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上海日报:Online Learning Levels The Playing Field(转载)  

2014-11-18 07:10:29|  分类: 英语天地 |  标签: |举报 |字号 订阅

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以下原文转载自沪江英语:英语学习门户

上海日报:Online Learning Levels The Playing Field(转载) - 大卫 - 峰回路转

  Massive, open and online courses, also known as MOOC, have stirred discussions in China about how they can help improve education in the world’s most populous country.

  The idea originated from the United States and is intended to break an educational resources imbalance to allow the less privileged free access to a good education. Of course, MOOC isn’t the only online learning tool, but what separates it from others is that it has content support from many leading universities like Harvard, MIT and Stanford. This attracts more people to sign up for courses, quizzes, discussions and lectures.

  In the past two years, several top Chinese universities including Tsinghua, Peking and Fudan have begun offering content to MOOC websites such as Coursera, edX and Udacity in the US to promote their courses internationally. In June, Shanghai’s Fudan and Jiao Tong universities signed with United Kingdom-based open learning website futurelearn.com, which is separate from MOOC, when Premier Li Keqiang visited the country.

  To some extent, Chinese educators and professors see MOOC more as an opportunity to change traditional teaching styles rather than a way to educate people.

  Peng Chongsheng, a professor at Shanghai Jiao Tong University’s School of Pharmacy, was one of the first two local professors to launch a course on Coursera in December. The threemonth course, Traditional Chinese Medicine and Chinese Culture, attracted around 22,000 domestic and overseas learners.

  “Overseas learners were far more active than Chinese learners, they really surprised me,” he said.

  A Malaysian student left numerous comments after every lesson and also helped others students solve questions.

  “You can see students helping each other in translation and their desire to learn TCM, which is seldom seen in Chinese students,” Peng said.

  Peng added that he hasn’t regretted giving up weekends, holidays and scientific research to prepare videos for his online classes.

  “I feel like I’m an actor,” the professor said. “It’s so different from being a lecturer, but it’s all worth it when you see so many people who like your course so much.

  Peng said it’s a shame that less than 10 percent of those who signed up for the course completed it. Only 3.6 percent passed the course and received a certificate. “Many online learners are not students and they give up easily due to busy work schedules or other reasons,” Peng said.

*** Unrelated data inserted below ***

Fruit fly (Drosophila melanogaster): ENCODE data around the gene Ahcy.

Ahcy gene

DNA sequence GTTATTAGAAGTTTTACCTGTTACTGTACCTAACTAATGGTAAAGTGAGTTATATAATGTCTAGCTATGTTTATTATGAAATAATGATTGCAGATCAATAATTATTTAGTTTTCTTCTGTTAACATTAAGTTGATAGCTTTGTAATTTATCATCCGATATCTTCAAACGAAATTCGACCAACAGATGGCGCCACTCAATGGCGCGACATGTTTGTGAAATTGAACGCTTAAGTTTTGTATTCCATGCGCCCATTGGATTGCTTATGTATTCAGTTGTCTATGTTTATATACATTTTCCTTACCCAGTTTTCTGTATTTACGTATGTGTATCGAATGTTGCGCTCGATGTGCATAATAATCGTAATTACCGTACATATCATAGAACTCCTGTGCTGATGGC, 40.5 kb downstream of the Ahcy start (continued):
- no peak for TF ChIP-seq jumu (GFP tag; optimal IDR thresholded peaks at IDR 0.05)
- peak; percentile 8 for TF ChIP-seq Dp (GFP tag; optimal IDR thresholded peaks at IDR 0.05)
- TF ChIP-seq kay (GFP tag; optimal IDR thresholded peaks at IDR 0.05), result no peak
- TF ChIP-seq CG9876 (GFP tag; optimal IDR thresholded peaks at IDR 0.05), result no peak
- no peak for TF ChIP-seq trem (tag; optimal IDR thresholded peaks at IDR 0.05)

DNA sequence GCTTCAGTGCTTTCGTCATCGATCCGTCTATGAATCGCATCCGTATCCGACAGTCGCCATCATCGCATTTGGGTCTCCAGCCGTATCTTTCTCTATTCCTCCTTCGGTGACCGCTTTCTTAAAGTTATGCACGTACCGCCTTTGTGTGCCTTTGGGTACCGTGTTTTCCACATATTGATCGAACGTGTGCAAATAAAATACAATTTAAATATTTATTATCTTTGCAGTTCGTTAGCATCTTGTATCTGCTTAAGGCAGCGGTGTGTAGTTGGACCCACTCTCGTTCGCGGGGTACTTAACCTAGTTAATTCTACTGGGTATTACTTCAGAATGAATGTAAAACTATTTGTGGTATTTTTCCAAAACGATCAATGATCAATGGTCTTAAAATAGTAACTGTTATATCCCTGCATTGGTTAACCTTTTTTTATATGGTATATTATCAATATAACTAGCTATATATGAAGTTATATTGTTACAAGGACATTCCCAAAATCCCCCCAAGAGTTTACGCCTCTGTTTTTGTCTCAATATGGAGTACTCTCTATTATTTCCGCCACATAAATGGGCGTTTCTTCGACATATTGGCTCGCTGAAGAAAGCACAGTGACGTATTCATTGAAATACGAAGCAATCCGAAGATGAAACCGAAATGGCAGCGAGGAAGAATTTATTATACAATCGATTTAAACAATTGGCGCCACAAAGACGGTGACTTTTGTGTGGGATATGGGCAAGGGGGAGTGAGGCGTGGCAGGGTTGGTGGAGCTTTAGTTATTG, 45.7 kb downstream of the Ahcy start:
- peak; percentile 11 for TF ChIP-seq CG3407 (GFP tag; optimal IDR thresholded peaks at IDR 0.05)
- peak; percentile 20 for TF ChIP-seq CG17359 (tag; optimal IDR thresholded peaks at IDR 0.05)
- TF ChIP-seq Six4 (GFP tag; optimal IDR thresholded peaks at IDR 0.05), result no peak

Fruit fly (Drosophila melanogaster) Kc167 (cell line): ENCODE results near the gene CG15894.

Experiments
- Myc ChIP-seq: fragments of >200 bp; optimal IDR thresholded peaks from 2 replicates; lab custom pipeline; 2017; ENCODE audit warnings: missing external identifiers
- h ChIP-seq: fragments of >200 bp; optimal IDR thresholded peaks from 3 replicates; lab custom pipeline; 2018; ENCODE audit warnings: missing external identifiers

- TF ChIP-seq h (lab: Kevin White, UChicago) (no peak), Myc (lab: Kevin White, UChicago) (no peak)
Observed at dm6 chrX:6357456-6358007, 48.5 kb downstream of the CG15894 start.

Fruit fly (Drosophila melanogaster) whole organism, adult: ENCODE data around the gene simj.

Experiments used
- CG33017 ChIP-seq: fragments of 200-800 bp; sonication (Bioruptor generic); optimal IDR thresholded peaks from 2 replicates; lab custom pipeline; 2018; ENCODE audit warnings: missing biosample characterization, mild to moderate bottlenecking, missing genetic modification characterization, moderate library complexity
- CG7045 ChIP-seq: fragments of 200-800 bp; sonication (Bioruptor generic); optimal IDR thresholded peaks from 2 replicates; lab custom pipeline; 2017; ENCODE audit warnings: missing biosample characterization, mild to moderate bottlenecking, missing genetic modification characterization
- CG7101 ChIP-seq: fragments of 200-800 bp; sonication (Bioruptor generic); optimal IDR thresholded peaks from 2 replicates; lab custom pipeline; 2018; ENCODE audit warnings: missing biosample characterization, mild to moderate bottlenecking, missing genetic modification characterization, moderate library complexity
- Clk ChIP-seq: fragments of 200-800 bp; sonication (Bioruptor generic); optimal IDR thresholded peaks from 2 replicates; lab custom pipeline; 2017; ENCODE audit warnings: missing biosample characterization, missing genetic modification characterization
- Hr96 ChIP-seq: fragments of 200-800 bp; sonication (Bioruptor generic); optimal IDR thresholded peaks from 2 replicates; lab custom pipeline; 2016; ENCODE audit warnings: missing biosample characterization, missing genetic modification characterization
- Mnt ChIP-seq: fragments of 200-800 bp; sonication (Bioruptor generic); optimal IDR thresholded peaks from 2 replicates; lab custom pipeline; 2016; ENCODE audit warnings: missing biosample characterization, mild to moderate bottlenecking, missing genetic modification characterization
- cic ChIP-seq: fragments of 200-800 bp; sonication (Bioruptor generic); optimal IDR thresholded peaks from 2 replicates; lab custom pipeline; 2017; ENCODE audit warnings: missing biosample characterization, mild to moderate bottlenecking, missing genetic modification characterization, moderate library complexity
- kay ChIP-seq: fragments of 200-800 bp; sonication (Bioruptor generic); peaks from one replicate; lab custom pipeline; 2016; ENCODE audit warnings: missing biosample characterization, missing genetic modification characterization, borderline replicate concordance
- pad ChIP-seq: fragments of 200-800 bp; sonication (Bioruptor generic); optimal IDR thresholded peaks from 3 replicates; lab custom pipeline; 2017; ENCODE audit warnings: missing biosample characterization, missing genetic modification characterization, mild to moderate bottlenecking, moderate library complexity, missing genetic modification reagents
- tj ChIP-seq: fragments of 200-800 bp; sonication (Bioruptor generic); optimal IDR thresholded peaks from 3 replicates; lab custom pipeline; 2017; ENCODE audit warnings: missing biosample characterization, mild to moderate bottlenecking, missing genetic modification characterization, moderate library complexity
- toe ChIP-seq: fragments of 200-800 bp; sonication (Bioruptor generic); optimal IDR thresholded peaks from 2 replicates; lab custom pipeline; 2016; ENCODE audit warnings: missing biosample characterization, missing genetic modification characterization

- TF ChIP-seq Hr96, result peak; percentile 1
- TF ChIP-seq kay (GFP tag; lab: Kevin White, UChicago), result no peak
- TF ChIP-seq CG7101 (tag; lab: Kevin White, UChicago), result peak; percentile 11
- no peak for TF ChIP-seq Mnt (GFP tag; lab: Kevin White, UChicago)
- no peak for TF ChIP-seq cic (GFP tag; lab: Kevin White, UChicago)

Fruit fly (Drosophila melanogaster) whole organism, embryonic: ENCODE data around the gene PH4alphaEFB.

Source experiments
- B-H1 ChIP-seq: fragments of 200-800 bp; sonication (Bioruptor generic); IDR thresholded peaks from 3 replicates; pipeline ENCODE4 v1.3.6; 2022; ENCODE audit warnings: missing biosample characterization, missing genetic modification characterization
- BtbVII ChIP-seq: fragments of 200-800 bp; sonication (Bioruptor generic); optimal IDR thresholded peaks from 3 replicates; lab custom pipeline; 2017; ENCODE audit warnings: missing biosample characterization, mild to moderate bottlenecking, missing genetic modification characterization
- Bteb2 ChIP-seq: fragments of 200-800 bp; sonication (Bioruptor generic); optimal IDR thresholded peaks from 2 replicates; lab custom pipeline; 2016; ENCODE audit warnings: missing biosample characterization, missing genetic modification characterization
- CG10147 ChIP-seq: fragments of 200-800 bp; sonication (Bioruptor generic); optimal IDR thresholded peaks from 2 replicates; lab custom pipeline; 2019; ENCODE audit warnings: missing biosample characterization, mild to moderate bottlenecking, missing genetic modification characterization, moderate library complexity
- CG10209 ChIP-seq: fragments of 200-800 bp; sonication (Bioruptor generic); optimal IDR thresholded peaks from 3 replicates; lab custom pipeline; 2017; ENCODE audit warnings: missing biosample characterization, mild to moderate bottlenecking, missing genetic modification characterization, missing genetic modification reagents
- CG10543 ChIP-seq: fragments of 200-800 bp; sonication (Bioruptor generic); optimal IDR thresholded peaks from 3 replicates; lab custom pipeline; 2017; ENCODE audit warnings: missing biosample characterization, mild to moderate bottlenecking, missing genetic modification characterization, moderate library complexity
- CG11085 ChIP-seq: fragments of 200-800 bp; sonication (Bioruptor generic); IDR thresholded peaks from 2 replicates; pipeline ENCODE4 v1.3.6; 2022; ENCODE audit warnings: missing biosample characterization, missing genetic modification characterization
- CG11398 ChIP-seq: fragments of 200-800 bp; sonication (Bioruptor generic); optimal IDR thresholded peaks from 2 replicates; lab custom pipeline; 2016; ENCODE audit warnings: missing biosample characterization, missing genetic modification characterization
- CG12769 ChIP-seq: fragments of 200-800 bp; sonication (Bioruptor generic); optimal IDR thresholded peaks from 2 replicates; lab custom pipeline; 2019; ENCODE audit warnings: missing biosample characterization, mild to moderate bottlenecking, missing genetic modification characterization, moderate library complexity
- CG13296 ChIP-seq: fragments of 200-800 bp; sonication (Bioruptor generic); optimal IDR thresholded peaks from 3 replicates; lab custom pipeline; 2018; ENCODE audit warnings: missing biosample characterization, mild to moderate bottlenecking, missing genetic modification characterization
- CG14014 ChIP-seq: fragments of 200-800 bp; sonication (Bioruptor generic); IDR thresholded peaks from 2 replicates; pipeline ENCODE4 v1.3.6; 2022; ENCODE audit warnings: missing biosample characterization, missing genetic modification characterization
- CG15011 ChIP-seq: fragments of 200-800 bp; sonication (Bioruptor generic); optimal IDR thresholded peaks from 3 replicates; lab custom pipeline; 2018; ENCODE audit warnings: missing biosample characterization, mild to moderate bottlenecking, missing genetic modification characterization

He also said MOOC has some disadvantages. For example, participants who miss a class find it difficult to catch up as lecture videos are not online permanently.

  With the Internet being full of distractions like news, sports, movies, games and social networks, learning websites find they have a high dropout rate.

  Xu Hua, vice president of online learning website hujiang.com, said online learning websites need to do more to motivate participants to complete the courses. He suggested quick quizzes and similar stuff to challenge learners.

  “Learning can be dull and lonely,” Xu said. If students don’t have anyone to interact with, they will give up easily when they encounter difficulties.”

  He suggested making it easier for learners to get in touch with others in the class so they can share their enthusiasm for the subject and work out problems together.

  To promote interaction between learners, hujiang.com introduced a “virtual class” scheme. It imitates a real Chinese classroom in that it has class monitors, teaching assistants and classmates who help and encourage each other.

  “For example, if a learner misses a class, the class monitor will contact him to find out why and classmates will try to help others overcome difficulties so they all stay interested,” Xu said.

  Apart from keeping learners motivated, Xu said figuring out how to make money is important to sustain online learning platforms. The idea in MOOC’s case isn’t to turn a profit, but they do need a model that covers costs.

  Xu said charging a small fee may work if there are enough people signing up for the classes.

  “As a company, it costs a lot to upload so many videos on the website,” Xu said. “We use flash and voice recordings now as most of our learners said they don’t need to see the teachers just as long as their voices are clear and easy to understand.”

  Hujiang.com now has more than 3 million paying users after it established an online school. However, about 90 percent of it’s educational resources on the website remain free.


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